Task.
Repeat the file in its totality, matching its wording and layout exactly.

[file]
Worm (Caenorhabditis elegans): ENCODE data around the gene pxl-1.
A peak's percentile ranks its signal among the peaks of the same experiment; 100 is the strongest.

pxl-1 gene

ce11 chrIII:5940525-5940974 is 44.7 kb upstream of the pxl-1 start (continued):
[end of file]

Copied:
Worm (Caenorhabditis elegans): ENCODE data around the gene pxl-1.
A peak's percentile ranks its signal among the peaks of the same experiment; 100 is the strongest.

pxl-1 gene

ce11 chrIII:5940525-5940974 is 44.7 kb upstream of the pxl-1 start (continued):